Be wary of visuals
Rethink the idea of showing a cluttered slide. The audience should be looking at you, not trying to decipher a busy PowerPoint deck. In fact, you should reconsider the idea of using slides at all. Why not let people focus on you and your message, rather than a screen?

Remember that more data is not better
Rattling off figures doesn’t dazzle the audience; instead, you might lose them. Sure, keep the numbers at your fingertips so you can answer questions, but don’t attempt to cram every bit of data possible into your pitch. Stick to high-level benefits. Overall, you want to show how your product or service solves a problem in a way no one else can.

Don’t read!
The person you’re pitching to wants to learn something, to be surprised, and to feel that your solution is ideal. Standing there reading does not persuade people or engender trust. So spend the time to know your pitch so you don’t have to read it. When you rehearse, don’t read the pitch quietly to yourself. Stand up and deliver it. The idea is not to memorize the pitch, but to have it become part of you so it flows naturally. This takes work. Try recording yourself using either audio or video. How do you sound?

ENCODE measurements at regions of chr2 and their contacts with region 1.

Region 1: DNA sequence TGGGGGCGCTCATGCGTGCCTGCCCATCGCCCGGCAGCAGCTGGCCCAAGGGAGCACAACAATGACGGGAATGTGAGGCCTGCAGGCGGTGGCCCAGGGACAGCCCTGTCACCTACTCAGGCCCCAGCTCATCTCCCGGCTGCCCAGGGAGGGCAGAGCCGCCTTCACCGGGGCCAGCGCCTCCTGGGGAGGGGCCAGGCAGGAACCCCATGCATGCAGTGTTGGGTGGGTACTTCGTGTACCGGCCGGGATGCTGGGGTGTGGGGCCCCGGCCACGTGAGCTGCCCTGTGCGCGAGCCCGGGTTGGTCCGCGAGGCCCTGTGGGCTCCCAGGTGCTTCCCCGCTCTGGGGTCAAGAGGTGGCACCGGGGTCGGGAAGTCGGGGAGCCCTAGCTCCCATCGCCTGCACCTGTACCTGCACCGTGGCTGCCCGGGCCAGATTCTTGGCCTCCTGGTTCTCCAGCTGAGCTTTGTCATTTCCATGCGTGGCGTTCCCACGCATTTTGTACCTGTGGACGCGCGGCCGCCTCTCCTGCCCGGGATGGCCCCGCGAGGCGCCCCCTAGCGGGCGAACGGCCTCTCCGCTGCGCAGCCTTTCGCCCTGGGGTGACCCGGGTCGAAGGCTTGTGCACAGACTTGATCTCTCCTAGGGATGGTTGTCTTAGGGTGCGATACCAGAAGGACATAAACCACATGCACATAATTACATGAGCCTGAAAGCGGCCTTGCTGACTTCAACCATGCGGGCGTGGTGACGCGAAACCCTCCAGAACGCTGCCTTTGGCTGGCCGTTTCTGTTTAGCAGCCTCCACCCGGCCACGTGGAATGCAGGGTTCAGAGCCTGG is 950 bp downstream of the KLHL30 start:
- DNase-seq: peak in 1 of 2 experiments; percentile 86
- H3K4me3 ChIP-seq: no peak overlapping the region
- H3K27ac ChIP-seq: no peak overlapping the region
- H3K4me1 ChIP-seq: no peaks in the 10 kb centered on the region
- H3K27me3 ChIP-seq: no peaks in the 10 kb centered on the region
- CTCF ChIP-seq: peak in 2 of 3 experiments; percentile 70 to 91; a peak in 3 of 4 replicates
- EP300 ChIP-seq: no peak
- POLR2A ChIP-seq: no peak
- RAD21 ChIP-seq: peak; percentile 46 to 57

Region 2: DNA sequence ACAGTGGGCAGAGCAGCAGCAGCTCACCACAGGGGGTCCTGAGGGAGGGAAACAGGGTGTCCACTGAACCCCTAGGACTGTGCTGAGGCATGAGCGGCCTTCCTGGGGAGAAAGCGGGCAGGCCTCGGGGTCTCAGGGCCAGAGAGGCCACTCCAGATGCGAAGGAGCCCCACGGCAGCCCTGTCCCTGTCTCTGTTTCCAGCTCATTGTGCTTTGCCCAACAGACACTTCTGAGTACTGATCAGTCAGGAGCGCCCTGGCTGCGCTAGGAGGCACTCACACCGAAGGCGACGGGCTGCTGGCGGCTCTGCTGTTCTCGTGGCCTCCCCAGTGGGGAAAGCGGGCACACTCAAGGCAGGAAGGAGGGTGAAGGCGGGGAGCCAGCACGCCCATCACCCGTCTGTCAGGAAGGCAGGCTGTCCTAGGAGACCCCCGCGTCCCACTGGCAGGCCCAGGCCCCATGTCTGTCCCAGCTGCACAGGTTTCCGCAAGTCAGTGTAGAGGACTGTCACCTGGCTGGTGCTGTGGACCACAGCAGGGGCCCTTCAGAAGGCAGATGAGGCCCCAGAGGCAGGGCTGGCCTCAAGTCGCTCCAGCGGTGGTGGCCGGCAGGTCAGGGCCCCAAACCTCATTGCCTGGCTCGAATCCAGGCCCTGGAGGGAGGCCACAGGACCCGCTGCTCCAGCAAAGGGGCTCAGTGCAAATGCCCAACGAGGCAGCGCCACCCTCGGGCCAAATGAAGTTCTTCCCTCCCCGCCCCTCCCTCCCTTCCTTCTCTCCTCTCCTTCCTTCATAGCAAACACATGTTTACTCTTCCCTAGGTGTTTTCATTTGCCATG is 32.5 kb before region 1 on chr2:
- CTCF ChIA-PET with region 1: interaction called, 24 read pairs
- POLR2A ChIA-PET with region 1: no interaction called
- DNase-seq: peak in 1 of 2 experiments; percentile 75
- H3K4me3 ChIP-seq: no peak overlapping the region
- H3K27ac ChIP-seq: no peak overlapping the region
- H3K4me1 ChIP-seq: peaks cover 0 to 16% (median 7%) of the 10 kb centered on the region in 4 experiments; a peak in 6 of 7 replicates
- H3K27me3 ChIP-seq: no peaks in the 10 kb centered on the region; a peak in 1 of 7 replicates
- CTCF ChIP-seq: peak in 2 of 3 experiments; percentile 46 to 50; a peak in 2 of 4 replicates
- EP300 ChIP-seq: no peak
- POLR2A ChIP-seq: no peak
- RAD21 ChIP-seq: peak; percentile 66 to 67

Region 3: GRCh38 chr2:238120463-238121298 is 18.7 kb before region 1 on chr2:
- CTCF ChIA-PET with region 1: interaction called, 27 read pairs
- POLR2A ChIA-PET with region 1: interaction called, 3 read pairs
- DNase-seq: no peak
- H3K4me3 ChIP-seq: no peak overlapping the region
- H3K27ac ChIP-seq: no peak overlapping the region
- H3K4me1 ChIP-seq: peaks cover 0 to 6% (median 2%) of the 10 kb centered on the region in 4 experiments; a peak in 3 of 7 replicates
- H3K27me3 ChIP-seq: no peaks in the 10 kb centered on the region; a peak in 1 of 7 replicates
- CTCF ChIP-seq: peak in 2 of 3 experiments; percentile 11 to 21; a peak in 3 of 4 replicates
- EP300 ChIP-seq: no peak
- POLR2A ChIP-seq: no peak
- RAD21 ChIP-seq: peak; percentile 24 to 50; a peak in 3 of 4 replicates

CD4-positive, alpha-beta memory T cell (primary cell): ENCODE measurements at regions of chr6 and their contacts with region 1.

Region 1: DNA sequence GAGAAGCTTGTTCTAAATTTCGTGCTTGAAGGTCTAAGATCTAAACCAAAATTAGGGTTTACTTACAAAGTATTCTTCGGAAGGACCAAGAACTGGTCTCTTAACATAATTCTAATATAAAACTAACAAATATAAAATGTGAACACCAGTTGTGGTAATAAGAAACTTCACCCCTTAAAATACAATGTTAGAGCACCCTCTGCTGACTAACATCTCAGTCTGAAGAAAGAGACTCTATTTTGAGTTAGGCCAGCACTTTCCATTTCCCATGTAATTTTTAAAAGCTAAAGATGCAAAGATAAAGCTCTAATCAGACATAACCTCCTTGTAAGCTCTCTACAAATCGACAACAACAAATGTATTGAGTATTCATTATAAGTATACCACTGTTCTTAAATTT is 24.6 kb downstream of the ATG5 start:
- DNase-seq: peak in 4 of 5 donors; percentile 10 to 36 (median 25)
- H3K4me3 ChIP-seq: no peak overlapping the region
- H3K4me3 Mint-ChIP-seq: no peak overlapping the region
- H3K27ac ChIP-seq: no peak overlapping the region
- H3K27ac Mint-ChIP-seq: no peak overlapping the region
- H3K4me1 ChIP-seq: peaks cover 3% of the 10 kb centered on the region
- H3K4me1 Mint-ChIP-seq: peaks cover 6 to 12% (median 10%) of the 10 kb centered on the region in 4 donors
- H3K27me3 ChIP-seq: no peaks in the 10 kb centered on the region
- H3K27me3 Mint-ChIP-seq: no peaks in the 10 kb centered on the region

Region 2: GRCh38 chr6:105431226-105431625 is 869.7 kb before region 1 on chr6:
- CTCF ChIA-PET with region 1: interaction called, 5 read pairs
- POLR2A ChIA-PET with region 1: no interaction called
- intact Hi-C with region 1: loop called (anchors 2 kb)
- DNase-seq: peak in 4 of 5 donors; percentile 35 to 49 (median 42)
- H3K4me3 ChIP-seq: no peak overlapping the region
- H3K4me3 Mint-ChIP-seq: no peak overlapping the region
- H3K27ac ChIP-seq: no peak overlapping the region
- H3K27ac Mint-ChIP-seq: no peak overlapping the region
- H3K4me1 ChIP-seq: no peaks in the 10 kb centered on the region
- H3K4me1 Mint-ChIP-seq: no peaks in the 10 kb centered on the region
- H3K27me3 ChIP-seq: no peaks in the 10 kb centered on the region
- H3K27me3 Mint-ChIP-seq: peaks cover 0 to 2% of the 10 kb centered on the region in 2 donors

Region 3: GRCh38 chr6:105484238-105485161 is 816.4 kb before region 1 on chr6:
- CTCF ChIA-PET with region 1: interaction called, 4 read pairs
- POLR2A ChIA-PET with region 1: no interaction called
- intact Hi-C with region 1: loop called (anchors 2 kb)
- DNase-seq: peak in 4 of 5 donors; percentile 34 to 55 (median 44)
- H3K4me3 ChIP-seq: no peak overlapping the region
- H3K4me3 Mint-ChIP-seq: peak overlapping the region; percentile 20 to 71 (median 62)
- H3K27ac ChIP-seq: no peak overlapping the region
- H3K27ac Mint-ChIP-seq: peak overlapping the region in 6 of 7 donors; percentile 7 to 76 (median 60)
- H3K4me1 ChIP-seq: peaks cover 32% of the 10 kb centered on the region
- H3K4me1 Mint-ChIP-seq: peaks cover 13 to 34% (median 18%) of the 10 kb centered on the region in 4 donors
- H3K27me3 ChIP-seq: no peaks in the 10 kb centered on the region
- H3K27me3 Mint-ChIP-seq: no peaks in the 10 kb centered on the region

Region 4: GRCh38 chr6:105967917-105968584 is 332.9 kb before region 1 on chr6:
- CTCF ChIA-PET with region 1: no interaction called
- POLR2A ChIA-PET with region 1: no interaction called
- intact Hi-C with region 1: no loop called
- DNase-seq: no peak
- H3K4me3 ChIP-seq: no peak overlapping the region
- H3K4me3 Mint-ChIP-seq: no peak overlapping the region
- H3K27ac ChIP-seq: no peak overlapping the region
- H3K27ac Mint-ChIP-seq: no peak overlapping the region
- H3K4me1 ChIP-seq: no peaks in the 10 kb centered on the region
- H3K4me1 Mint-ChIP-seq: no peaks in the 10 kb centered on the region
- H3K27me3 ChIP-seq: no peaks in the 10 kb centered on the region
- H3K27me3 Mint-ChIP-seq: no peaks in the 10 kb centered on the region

Watch your words
Don’t overuse clichés like “world-class solutions” and “Your success is our success.” Instead, clearly emphasize the benefits of working with you in real-life terms.

Slow down
Most of us, including me, talk too fast. Take your time. Breathe. Allow people the space to digest what you’re saying.

Close strong
Never end a pitch by saying, “I’m done” or “That’s it” or “Any questions?” You want to finish on a high note. It could be something as simple as telling the prospect you really want their business and would be excited to work on their project. When an organization has reached out for help, they’re often delighted to think that someone else is thrilled about tackling their problem.

What would you add to my pitching advice?

Related content

 

 

Marketing tip of the week: Stop ignoring Google+

Google+We’ve all heard the jokes:
“Google+ is a ghost town.”
“Only Google employees use Google+.”

Ha ha. Well, the joke’s over, my friends. If you care about content marketing, search engine optimization, Google Authorship and communicating with your audience, Google+ has become essential, and you ignore it at your peril. A social networking and identity service owned by Google, with more than 540 million active users, Google+ has been described as a “social layer” that enhances many of Google’s products.